Coronavirus and SA wine: Johan Reyneke of Reyneke Wines
By Christian Eedes, 14 May 2020
The current conversation around Coronavirus and its effect on the South African wine industry is perhaps inevitably very emotionally charged.
We put the same set of questions to a variety of industry stakeholders with a view to obtaining a better understanding of what’s happening on the ground and also plotting a way forward. Here is how Johan Reyneke of Reyneke Wines in Stellenbosch replied:
How badly has Coronavirus crisis impacted your business?
It basically, almost overnight, closed the tap on the cash flow of our business. This is obviously a very serious threat to any business. I’ve always maintained that sustainability means looking after nature, people and money in equal amounts. However, as this crisis has shown, when you run out of money, things can get bad fast. It’s also really difficult to make good decisions when you’re under financial pressure. I am however very fortunate that I also farm and at least got my harvest in before the lockdown started.
How many wineries do you foresee closing as a result of the pandemic?
Quite a few I’m afraid. To be honest I find it really hard to think about this. Not the numbers but the people. Whom of my friends in the industry will and won’t survive? How many of the good people who spent years in our vineyards and cellars won’t make it? Who will we lose to disease and who will we lose to poverty? Troublesome thoughts in difficult times. Fortunately I also know that although things will probably get worse before they get better, this time will also pass. Sometime in the future the good times will be upon us again and when that happens we will definitely appreciate it more.
What plans do you have in place to get going again once restrictions are eased? How will doing business be different?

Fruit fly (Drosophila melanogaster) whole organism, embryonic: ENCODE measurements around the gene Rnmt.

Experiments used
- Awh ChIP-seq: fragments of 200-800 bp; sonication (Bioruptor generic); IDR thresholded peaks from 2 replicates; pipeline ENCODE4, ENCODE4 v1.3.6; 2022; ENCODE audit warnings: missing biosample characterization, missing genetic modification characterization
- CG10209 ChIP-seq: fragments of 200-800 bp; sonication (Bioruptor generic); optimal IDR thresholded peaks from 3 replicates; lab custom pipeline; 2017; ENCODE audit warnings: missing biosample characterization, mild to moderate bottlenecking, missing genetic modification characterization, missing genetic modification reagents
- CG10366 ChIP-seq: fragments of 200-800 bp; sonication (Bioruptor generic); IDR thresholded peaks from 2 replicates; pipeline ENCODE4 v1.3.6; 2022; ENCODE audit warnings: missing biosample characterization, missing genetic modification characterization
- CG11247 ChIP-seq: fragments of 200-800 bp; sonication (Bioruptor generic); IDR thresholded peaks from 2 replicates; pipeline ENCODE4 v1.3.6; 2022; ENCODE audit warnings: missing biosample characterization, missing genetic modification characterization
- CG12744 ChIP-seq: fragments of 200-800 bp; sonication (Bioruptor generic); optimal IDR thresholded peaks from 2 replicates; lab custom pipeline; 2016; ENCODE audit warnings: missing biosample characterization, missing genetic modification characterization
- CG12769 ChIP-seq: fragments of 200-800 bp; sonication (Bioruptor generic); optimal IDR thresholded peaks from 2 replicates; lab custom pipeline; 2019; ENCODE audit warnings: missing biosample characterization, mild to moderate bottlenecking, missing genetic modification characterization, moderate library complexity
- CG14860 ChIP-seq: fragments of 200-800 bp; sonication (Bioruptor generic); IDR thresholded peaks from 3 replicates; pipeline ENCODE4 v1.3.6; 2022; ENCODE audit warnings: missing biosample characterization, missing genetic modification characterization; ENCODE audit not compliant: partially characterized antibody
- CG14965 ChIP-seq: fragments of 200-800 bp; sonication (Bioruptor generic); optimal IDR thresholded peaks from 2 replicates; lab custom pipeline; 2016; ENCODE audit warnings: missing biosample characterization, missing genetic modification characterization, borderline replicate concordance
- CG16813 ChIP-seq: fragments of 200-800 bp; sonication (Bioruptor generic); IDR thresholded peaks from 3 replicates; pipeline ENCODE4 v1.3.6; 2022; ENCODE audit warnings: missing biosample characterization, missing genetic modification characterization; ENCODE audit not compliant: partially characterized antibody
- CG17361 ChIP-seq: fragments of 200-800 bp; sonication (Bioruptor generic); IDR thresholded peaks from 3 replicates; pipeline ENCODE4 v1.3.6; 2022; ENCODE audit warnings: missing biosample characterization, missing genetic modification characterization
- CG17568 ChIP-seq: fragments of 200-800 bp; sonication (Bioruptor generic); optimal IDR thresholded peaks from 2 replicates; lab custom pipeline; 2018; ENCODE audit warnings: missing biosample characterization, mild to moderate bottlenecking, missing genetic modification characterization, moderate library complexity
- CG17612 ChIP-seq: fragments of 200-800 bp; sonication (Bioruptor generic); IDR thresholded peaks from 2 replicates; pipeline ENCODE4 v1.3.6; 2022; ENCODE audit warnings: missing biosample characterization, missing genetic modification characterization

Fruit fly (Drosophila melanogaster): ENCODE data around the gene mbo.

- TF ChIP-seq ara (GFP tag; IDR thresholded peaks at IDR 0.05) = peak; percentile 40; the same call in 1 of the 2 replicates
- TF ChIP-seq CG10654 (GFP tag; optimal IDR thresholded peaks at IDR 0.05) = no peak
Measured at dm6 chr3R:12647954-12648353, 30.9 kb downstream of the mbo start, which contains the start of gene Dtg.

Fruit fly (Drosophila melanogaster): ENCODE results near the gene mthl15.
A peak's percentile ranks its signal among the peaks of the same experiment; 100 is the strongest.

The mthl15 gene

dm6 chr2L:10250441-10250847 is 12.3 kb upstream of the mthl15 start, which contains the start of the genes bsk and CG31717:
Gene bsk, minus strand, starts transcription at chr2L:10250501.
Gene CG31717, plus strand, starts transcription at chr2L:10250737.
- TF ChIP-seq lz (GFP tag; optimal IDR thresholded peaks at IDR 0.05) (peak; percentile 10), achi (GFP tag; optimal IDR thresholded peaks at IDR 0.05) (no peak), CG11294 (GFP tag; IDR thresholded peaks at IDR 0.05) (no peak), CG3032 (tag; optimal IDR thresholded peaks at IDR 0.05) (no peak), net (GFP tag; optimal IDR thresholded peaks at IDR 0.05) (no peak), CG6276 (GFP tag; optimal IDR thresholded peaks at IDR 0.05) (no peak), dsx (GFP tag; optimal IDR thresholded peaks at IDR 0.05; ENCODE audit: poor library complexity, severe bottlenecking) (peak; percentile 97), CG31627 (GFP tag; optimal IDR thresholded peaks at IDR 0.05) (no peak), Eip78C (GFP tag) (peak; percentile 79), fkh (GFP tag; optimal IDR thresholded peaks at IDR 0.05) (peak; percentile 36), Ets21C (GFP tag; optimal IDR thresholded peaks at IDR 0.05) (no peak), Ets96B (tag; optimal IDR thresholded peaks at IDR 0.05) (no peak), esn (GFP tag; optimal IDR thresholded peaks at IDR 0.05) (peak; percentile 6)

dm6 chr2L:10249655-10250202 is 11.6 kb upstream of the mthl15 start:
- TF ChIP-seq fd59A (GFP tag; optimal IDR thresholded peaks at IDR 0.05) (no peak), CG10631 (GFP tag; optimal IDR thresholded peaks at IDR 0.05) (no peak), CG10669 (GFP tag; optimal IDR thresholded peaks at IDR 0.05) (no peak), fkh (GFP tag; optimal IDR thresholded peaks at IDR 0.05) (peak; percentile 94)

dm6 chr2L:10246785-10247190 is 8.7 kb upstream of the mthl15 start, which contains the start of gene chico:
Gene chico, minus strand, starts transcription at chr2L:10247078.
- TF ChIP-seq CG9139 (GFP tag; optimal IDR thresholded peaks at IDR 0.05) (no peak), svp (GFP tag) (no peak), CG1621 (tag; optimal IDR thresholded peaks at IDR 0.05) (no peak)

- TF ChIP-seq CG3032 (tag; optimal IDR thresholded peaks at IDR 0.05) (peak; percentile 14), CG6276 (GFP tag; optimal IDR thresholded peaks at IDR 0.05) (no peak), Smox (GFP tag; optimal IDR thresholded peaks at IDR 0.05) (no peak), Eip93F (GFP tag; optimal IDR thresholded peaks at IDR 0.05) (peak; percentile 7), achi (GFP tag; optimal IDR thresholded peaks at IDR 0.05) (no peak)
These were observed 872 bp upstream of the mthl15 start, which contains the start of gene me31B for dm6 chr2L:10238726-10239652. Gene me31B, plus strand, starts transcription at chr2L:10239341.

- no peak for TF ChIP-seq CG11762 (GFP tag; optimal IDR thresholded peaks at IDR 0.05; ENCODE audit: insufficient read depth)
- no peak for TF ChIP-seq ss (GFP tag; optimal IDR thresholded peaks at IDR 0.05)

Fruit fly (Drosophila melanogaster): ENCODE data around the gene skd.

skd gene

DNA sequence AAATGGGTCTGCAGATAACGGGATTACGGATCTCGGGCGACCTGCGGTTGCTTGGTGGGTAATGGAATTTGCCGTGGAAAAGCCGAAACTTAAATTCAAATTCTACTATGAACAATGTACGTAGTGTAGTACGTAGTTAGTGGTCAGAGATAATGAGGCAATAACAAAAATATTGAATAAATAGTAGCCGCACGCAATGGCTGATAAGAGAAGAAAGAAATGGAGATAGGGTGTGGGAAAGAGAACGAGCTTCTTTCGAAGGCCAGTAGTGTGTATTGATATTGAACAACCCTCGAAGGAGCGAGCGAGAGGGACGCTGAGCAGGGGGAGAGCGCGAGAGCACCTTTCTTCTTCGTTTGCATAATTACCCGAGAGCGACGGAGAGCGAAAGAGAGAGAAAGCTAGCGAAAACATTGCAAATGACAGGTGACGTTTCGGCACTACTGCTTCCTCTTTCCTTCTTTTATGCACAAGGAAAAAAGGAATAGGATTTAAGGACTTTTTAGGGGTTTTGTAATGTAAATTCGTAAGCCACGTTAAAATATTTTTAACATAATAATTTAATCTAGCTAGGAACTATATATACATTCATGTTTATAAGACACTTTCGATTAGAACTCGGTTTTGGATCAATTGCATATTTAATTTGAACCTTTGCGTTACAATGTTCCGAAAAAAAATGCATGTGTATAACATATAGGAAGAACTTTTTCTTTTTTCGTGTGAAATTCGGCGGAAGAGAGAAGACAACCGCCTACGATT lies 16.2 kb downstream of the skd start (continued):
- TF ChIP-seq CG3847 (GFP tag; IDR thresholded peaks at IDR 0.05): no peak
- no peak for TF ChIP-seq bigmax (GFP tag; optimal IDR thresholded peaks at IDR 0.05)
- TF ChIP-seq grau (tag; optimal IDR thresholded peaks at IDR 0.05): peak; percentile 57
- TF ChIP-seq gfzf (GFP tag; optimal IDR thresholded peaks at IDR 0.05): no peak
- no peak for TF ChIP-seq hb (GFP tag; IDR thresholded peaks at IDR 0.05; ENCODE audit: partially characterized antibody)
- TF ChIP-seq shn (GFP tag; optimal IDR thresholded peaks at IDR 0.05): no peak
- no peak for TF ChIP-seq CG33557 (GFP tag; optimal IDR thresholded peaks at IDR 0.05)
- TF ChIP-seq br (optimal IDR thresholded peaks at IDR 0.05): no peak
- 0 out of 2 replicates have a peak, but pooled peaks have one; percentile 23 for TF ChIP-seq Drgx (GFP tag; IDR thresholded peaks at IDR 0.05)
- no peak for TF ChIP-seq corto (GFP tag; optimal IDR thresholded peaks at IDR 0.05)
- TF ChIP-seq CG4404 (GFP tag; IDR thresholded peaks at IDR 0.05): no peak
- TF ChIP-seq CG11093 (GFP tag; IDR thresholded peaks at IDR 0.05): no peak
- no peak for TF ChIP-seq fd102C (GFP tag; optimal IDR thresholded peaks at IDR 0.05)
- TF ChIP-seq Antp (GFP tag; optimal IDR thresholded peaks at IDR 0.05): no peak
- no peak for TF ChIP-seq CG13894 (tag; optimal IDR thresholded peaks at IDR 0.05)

For now exports have opened. For us this is huge. A very big thank you to those who helped enable this. I think our most immediate priority is simply to get cash flowing again. Next step would probably be focused on domestic on-line sales. We also need to hold hands with the supermarkets, wine shops, restaurants who helped us in the past. From a risk point of view our long term strategy should be one of diversification. As a biodynamic farmer I know very well that the more diverse a natural environment is the more stable it becomes. Stable should not be confused with static though. We will always be living with uncertainty and change is inevitable. Accept it and be ready for it.
What will the South African wine landscape look like after the pandemic? Will the industry recover quickly or will it be changed forever?
I think it will definitely change. Recovery will probably depend on how long the crisis will continue, and how the South African government will handle things going forward, but I don’t think it’s going to be a quick recovery. Having said that, don’t write us off. We’re no strangers to adversity and there’s an underlying resilience which always come to the fore when our backs are against the wall. There are a lot of people in our industry who are driven by passion rather than money. One must also not forget that prior to the crisis we were getting in good shape from an international branding point of view. We’ve upped our quality, offered great value and succeeded in making waves around the wine world. We’ve actually built up great relationships with some of our international colleagues over the last couple of years. Just a week or so ago our friends in the UK rallied around a “drink South African” campaign when they heard we weren’t allowed to sell anymore wine. Kudos to them for doing this despite being much deeper in the Corona curve than we are. Last but not least I must tell you about a call I got yesterday morning from a gentleman called Sakkie. He heads up one of the teams who from time to time help us with bottling and labeling in the cellar. Sakkie called to say thank you for the food parcels we arranged for his staff. He then went further and told me that one of the ladies told him that it was the first time since lockdown began that she could afford to eat a potato and how wonderful the sensation was when she put it into her mouth. I think this will motivate me to hang in there no matter what. This is not a race to the top anymore. This is life busy happening.
Read other interviews:
Chris Alheit of Alheit Vineyards
Gerard Holden of Holden Manz
Johan Kruger of Kruger Family Wines
Bruwer Raats of Raats Family Wines
Mike Ratcliffe of Vilafonté
Michael White of Highlands Road
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